Are you running with the breaks on?

We’re in the first few weeks of 2017 and a large percentage of the population will decide that this year is going to be the year they’ll get fit. The first thing many us will do is pull ourselves off the couch, reach for the trainers and go out for a run. However you could be running with your breaks on which is just going to make this task harder!

Slow cadence is common among many runners for a number of reasons. What we want to make sure is that we are moving with optimal efficiency. Cadence put simply is the number of steps a runner takes per minute. When running we want to keep contact with the ground to a minimal as the more contact we have, the more force we have to apply and the quicker we will tire.

Over-striding often happens when someone has a slow cadence. This is due to reaching too far with each stride and your hips being behind your foot when it lands. It’s very hard to push off your foot effectively when it is in front of your hips. A distance runner wants the foot to land roughly under their torso with a slight bend in the knee which will act as a way of absorbing impact. If your lower leg is extended out in front of the knee, then it is likely that you’re over-striding.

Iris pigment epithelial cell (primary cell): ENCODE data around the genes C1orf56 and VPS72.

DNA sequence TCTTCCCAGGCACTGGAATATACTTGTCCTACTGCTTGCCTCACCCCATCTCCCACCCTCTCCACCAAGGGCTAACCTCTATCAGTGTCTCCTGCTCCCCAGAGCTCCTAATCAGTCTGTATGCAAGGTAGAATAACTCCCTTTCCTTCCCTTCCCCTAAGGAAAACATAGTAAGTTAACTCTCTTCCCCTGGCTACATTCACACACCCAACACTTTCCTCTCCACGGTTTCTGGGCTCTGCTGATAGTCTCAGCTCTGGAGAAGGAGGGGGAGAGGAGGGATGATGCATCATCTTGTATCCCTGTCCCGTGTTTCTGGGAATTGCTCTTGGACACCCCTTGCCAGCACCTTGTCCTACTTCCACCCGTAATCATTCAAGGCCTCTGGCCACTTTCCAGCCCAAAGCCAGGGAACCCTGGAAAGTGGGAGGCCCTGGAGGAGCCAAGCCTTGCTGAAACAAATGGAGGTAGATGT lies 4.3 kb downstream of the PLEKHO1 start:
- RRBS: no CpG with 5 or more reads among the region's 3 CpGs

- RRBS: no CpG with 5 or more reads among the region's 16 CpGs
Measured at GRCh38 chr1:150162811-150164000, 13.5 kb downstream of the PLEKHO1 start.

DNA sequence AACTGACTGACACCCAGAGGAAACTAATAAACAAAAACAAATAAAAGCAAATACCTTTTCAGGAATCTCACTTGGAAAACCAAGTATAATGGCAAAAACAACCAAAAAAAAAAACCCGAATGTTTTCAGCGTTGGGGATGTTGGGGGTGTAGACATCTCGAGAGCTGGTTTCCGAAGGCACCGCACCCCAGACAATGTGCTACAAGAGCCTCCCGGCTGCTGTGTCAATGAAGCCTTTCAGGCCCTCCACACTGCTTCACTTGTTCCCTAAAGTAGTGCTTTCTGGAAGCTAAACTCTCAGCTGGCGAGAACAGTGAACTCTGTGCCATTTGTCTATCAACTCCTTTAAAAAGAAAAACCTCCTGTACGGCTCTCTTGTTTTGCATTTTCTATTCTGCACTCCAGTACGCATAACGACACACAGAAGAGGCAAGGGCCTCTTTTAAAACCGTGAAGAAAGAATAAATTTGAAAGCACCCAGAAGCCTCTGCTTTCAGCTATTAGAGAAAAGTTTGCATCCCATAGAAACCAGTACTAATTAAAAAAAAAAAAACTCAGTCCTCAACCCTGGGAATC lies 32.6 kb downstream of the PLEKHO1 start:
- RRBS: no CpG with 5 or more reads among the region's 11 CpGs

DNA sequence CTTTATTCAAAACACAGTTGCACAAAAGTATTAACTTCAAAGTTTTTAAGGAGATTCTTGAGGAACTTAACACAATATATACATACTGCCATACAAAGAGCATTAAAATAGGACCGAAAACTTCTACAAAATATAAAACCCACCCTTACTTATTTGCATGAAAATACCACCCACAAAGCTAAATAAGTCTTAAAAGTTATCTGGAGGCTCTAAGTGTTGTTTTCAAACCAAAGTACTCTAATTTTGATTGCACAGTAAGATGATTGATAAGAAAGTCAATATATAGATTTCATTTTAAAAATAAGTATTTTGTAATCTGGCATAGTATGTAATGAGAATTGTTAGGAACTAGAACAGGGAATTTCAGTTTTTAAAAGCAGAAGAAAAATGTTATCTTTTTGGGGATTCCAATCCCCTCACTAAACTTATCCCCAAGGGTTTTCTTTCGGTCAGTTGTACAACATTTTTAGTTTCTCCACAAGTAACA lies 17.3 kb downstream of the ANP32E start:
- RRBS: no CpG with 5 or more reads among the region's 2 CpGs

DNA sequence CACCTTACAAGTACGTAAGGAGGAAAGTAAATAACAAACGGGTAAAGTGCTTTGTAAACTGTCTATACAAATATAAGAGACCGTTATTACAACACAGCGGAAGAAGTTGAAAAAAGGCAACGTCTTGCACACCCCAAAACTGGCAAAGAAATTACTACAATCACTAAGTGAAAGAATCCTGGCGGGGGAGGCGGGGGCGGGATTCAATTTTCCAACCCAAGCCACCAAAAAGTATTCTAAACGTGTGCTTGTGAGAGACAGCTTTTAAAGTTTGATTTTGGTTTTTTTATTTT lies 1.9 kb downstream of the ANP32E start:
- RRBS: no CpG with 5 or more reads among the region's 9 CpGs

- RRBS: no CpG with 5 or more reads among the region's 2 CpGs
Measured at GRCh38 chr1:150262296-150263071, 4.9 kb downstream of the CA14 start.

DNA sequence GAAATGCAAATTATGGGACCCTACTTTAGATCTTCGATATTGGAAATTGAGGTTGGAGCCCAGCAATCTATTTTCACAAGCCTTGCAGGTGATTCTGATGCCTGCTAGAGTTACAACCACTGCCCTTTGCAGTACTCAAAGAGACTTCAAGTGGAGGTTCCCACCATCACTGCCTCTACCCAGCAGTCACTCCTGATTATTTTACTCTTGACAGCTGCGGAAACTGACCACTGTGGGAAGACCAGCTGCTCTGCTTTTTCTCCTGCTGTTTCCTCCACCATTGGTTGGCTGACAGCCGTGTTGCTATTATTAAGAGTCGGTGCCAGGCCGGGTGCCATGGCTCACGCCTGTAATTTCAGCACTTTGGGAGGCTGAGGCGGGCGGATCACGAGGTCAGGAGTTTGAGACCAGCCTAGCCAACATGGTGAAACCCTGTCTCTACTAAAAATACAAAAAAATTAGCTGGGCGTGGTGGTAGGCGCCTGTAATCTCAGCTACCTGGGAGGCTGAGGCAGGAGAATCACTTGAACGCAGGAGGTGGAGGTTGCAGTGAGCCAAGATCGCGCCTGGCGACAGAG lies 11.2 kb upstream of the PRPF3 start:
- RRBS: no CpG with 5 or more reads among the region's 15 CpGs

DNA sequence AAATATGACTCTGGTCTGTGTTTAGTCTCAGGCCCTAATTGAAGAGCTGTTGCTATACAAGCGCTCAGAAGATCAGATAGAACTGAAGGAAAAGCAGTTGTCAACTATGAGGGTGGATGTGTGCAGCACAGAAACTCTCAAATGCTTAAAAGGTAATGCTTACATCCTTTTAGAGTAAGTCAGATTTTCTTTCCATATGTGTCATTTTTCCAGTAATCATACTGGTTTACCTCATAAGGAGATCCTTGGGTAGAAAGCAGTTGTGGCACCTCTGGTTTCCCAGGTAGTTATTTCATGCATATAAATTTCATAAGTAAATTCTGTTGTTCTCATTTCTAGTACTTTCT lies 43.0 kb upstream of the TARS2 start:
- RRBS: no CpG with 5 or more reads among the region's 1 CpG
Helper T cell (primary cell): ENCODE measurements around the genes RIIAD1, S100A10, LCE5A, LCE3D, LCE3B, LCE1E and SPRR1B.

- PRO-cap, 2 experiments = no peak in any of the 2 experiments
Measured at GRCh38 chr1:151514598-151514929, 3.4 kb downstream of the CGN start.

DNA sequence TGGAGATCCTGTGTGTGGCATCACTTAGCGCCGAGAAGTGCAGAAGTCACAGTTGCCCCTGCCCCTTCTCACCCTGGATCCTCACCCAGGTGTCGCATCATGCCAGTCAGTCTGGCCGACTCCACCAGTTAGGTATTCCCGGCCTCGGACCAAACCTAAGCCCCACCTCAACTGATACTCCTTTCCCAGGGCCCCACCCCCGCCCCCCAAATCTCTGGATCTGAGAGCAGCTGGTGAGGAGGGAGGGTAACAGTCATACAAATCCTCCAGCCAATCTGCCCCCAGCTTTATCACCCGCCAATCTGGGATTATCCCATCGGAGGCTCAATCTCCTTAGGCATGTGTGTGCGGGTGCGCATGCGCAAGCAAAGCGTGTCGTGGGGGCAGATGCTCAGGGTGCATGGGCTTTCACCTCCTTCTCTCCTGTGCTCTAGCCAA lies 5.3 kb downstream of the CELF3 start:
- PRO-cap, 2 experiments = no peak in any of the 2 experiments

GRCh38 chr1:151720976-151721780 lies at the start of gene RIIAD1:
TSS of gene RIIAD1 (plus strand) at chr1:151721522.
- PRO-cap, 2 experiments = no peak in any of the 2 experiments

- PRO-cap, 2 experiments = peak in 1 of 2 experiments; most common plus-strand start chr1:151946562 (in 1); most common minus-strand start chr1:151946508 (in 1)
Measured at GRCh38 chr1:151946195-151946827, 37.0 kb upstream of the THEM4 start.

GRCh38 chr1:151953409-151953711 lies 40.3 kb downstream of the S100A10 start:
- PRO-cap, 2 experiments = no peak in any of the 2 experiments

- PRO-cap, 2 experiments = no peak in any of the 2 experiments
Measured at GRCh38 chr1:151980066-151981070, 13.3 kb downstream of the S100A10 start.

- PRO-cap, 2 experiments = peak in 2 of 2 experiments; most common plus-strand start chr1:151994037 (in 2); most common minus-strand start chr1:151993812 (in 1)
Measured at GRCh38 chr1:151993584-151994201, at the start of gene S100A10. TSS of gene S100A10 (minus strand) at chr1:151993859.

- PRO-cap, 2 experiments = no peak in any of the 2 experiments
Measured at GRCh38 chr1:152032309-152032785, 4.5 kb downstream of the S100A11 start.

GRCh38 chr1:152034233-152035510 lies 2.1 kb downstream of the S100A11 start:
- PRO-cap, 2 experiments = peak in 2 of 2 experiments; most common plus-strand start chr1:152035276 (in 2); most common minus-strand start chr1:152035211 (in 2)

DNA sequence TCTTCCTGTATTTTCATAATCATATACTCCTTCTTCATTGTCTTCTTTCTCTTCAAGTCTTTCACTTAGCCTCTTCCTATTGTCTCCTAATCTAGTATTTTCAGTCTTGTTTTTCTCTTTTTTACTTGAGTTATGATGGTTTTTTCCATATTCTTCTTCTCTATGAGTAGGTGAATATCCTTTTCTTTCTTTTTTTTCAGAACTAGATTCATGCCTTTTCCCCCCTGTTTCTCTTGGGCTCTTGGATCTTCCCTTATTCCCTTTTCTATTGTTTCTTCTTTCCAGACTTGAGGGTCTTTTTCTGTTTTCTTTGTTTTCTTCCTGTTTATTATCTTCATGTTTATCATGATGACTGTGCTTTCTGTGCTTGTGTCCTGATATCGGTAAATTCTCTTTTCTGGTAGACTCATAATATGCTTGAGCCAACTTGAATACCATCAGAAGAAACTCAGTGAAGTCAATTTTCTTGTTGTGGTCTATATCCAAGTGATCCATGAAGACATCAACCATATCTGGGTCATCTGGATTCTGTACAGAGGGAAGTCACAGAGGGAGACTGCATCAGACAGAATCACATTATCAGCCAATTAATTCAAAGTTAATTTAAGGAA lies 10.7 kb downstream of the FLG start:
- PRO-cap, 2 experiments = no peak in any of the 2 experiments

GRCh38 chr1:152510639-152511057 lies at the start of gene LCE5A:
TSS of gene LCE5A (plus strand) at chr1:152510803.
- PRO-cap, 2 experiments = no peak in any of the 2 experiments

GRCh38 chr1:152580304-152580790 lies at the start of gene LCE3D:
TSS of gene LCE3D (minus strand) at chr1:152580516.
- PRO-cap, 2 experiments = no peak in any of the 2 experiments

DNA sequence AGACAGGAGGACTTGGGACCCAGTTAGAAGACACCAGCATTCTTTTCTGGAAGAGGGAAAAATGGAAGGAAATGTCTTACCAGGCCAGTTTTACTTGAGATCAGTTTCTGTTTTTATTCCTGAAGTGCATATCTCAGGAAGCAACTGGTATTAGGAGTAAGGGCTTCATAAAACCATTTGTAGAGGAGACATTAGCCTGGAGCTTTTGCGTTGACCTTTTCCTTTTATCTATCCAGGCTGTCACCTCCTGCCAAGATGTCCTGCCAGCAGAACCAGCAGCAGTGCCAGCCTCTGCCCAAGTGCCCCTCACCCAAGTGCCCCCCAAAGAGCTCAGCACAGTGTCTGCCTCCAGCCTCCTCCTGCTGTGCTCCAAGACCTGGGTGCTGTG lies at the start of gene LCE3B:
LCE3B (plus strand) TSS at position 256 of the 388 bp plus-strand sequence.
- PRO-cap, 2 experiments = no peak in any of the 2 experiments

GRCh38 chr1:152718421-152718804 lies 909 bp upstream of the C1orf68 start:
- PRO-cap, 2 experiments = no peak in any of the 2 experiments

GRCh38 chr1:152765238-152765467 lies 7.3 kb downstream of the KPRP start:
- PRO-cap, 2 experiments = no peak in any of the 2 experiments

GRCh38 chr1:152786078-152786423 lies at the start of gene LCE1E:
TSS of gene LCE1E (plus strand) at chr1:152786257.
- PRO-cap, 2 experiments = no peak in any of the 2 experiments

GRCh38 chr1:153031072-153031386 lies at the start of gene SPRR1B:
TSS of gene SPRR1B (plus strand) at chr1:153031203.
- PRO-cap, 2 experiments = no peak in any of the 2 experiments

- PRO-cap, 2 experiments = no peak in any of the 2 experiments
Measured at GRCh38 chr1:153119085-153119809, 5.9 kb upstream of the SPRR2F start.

How to fix this.
To improve on running technique, go through these two simple drills that act as a good warm-up too. All you need is yourself and a metronome which can be played via a computer or phone.

Drill One
Set your metronome between 170-180 BPM then go into a double footed jump. You should only just leave the floor and be quite relaxed. Once you are jumping at the same beats per minute, lean slightly forward so that you start to move across the floor. You are aiming to keep control of the pacing and the speed that you are moving at.

Drill two
Set the metronome to the BPM which felt most natural to you between that range, but instead of going into a jump, you want to lift the leg as if you were running. This isn’t a high knees out in front of you; instead, as you lift your leg, it should create a figure 4 with your legs if you were to look side on to yourself. Again go through the same process as before, start on the spot then slowly lean forward until you start to move forward under your control.

Carry these drills out over approximately 20m, walking back to the start as a recovery for a total of 3-5 sets.


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